Information Operations’ oldest ancestor is a series of post-World War II initiatives to formalize and doctrinize the “psychological instrument” of warfare and statecraft, which became known as Psychological Operations, or PSYOP.
Information Operations wasn’t introduced as a military doctrine until the early 1980’s to counter the Soviet Union’s use of electronic warfare. At that point, “Information Operations” became an umbrella term for a number of military activities, including electronic warfare, computer network operations, propaganda, and PSYOP.
The principle difference between PSYOP and IO is that PSYOP is supposed to be directed at foreign audiences, including the enemy, and it may include “black” propaganda (deception). While IO is concerned with propaganda directed at domestic audiences through public affairs (PA) and public diplomacy (PD) platforms, IO practitioners claim their messages are always “truthful” and benevolent.
By the mid 90’s IO expanded its focus from “state-sponsored hackers” to a “full-spectrum” doctrine that sought to utilize every conceivable advantage offered by the militarized use of information. IO was incorporated into an extremely violent and highly technological military doctrine known as “maneuver war,” whose aim is to “overwhelm the enemy as rapidly as possible.” This later became known as shock and awe.
Information Operations become so important to military doctrine that the traditional notion of a battlefield was reconceptualized as a battlespace that reaches into the “hearts and minds” of citizens living in war zones and on the home front alike.
The goal of Information Operations is, straightforwardly, hegemony — to influence the enemy’s decisions and to shape global attitudes and beliefs so that American power will be embraced rather than contested.
Military historian Stephen Badsey notes that IO practice became more aggressive when a doctrinal publication in 1998 “emphasized the need for ‘offensive’ information operations directed towards shaping and misleading enemy perceptions.”
This further aggravated an ongoing debate within the US military and government over the proper relationship between PSYOP and public affairs.
Since the US’ propaganda apparatus is a cross-government activity, different military units conducting IO have to communicate with various government agencies to coordinate a consistent messaging strategy. Traditionally, there was a doctrinal “firewall” between PSYOPs and public affairs to ensure that black propaganda directed at foreign audiences did not make its way back to domestic audiences.
However, with a new globally connected internet and news media, “offensive” PSYOP can now easily reach domestic audiences. This has even provided a legal loophole through which domestic audiences can be indirectly targeted with PSYOP.
Emma Louise Briant, author of Propaganda and counter-terrorism (2015), notes that:
“Placing false stories in the media is referred to by the agencies [conducting IO in the US or UK] as ‘playback’, ‘spillover’ or ‘feed back’, especially where the intention is that it will make its way back home.”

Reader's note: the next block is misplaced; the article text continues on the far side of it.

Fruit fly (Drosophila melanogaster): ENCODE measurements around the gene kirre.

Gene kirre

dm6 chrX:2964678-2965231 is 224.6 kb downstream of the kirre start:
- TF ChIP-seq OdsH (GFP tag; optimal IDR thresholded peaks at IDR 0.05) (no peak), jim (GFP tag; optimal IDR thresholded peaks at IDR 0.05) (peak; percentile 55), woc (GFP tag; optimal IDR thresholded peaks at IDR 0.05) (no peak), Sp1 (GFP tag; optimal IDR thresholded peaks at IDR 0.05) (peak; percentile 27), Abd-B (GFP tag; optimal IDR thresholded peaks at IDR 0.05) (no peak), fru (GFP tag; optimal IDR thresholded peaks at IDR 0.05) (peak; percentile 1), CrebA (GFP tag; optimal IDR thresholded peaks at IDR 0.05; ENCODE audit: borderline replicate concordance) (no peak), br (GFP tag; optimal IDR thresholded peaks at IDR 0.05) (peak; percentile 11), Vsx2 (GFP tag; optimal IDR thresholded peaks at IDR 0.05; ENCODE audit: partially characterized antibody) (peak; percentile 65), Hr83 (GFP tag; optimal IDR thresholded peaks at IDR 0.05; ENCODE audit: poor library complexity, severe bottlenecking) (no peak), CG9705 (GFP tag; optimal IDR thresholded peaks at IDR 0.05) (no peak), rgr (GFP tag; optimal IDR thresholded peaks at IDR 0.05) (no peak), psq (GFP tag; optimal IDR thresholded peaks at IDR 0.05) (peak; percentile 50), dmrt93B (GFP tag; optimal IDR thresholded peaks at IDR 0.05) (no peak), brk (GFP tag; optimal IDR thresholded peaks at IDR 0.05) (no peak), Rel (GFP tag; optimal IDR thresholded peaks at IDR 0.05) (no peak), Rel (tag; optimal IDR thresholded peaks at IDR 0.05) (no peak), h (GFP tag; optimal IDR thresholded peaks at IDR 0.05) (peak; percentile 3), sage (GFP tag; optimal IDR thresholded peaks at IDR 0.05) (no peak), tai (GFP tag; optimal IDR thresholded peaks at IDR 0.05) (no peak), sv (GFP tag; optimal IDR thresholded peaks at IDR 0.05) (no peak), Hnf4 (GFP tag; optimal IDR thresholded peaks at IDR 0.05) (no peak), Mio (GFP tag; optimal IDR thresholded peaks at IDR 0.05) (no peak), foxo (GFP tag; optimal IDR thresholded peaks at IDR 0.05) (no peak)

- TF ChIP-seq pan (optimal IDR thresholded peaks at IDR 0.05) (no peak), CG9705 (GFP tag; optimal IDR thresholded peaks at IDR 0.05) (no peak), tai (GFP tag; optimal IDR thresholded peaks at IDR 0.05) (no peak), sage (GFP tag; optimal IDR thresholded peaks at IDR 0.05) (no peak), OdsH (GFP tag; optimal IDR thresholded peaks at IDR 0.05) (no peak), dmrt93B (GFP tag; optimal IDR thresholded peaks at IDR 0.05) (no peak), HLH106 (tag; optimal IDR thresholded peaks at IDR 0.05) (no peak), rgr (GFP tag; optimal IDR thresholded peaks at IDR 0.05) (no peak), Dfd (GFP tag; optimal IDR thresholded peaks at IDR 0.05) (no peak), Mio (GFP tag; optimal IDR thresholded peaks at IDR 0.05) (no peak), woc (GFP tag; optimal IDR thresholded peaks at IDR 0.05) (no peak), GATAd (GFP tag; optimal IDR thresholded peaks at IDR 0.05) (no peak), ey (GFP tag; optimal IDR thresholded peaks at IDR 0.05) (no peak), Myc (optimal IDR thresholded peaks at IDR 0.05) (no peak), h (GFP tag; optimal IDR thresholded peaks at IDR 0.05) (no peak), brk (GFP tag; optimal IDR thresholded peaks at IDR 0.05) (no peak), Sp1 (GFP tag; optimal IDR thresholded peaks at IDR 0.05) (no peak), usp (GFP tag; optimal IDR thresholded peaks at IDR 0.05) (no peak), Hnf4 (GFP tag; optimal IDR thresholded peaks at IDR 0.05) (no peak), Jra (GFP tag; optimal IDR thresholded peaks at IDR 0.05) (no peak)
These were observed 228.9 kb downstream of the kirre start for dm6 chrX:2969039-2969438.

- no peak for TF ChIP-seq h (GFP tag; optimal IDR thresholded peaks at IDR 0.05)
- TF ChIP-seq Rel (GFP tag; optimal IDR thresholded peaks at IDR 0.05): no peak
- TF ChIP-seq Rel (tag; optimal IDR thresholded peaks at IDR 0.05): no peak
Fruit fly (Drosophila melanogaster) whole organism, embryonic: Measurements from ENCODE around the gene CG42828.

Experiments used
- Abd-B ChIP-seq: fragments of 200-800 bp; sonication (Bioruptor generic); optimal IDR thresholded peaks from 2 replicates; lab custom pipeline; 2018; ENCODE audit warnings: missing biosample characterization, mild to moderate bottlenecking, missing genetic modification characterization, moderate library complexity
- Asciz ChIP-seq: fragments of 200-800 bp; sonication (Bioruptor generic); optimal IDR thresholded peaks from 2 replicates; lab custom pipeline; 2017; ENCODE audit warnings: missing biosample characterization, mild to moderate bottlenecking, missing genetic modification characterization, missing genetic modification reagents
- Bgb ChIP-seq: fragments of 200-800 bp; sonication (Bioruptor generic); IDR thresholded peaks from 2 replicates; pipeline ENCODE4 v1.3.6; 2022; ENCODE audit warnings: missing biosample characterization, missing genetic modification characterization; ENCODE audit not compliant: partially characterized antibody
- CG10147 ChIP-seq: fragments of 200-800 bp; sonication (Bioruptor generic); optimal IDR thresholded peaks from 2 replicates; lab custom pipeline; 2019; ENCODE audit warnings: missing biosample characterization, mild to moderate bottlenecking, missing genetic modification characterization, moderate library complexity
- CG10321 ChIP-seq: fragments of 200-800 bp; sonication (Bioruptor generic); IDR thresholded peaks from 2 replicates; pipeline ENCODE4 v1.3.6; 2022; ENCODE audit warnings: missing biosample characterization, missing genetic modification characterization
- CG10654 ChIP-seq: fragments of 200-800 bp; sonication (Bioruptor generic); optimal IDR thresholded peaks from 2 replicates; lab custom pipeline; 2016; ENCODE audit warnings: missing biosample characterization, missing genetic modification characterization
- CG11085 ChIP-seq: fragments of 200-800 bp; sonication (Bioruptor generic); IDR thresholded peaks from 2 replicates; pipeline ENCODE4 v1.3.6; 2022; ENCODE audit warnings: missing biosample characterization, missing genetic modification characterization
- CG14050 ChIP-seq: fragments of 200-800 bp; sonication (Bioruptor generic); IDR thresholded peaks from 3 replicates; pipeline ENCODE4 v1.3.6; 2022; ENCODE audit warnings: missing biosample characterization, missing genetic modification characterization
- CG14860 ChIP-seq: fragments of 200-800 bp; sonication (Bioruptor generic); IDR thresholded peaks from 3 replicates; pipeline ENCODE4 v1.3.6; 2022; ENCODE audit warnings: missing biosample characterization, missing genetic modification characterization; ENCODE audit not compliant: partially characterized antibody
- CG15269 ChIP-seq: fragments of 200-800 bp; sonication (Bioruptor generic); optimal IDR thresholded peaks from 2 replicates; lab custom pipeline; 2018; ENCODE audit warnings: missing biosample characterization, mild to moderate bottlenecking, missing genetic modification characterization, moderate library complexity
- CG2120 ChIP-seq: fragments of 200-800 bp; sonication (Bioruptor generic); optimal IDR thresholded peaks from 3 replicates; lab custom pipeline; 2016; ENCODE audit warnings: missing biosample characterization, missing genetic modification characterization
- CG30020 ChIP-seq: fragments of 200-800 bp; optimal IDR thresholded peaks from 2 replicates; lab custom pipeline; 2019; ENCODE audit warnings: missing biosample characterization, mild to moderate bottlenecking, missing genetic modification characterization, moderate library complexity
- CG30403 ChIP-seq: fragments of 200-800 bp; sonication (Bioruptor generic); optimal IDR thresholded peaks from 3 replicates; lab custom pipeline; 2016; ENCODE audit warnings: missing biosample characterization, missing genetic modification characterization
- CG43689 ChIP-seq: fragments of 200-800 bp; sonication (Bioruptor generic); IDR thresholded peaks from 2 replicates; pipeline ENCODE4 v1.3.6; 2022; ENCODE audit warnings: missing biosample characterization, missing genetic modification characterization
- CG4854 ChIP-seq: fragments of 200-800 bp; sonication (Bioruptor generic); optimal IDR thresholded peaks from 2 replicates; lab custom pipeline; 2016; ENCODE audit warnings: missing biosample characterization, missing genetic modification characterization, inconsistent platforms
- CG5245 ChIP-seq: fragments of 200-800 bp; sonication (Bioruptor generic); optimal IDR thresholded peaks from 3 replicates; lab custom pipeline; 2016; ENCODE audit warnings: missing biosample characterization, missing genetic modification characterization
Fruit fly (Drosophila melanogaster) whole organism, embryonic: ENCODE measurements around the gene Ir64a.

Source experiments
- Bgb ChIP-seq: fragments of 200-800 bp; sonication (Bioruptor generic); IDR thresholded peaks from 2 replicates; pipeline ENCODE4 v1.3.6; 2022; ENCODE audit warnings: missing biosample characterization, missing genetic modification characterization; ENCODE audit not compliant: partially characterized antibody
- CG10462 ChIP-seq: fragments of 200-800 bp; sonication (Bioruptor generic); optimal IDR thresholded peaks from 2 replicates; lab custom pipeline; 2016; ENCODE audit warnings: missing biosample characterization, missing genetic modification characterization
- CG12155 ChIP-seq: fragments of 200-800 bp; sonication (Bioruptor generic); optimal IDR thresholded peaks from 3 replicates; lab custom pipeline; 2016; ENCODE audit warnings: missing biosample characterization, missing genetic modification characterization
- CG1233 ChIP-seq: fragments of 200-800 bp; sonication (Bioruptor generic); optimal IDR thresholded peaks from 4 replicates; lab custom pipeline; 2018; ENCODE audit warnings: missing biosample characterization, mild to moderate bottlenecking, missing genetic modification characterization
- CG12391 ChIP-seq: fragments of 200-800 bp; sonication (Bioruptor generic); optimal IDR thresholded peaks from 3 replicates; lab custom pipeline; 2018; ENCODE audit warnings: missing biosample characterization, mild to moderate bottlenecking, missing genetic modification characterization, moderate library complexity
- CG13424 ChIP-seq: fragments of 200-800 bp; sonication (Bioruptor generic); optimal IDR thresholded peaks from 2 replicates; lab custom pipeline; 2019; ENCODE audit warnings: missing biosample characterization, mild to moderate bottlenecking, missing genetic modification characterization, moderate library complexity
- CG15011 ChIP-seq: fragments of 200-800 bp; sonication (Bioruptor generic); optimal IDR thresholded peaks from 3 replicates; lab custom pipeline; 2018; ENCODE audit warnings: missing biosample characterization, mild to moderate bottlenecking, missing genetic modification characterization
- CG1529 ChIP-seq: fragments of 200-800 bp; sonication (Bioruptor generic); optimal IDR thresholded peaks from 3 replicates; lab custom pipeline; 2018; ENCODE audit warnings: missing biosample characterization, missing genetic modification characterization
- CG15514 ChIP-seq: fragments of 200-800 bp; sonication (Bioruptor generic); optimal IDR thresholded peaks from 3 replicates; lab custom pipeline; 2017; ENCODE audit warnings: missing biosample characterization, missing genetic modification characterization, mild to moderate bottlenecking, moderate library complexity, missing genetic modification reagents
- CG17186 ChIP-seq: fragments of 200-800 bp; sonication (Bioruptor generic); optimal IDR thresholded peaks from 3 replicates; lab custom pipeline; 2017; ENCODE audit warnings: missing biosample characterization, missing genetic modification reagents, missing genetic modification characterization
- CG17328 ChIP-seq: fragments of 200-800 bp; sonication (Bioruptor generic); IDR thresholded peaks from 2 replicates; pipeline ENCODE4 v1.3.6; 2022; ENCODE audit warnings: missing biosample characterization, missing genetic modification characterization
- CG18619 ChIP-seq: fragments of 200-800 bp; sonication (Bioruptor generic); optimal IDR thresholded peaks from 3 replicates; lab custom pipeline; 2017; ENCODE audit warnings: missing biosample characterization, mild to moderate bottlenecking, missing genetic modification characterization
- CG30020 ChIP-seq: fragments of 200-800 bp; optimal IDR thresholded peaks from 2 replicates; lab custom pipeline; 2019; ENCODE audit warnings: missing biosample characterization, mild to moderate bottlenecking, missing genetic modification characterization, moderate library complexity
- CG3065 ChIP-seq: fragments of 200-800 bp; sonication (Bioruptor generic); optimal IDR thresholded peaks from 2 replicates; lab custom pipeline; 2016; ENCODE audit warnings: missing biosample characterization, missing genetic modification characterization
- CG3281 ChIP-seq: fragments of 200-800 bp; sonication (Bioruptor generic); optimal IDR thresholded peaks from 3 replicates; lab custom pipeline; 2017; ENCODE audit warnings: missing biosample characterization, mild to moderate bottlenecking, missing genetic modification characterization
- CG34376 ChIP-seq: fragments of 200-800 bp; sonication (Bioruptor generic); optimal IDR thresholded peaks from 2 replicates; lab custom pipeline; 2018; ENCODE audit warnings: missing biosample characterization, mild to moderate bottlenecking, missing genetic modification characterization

Donald Rumsfeld had long been an advocate of using offensive IO. During his time as Secretary of Defense he made several organizational changes to increase the role of propaganda in US diplomacy and military operations.
He created the Office of Strategic Influence in 2001 to further this goal, but it was disbanded in 2002 after being exposed for planting ‘black’ and ‘grey’ propaganda in the global media. He also distributed a now declassified 74-page directive, “Information Operations Roadmap,” within the US government, which was intended to facilitate coordination between IO and public affairs.
The human consequences of this information campaign are most visible in Fallujah, and not just because they reverberate to this very day in our mini-war against the Islamic State. The US-led sieges of Fallujah in 2004 played a significant role in the evolution of IO doctrine and practice.
Truth-telling loses wars
It is widely believed within the US military that the US lost the First Siege of Fallujah due to its failure to control the “informational realm.” In other words, US leaders believed that their failure to either silence Al Jazeera’s reports of civilian casualties or provide a credible alternative perspective to international audiences led to unjustified public criticism and political pressure that forced them to end the operation.
Lieutenant General Thomas F. Metz, who led the 1st Marine Expeditionary Force’s information campaign in Iraq in 2004, regards the First Siege of Fallujah as “a cautionary tale for anyone who would downplay the significance of information in modern warfare” compared to the second more “successful” siege on the city, which he argues is a case study in the successful use of “aggressive information operations.”
The US’ defeat during First Siege of Fallujah advanced the issue of the IO-PA firewall from being a doctrinal debate to a matter of necessity. The possibility of the US being ejected out of a country that they claimed to be liberating had suddenly become real, and many within the US military and government came to believe that they urgently needed to make changes to the way they conducted IO.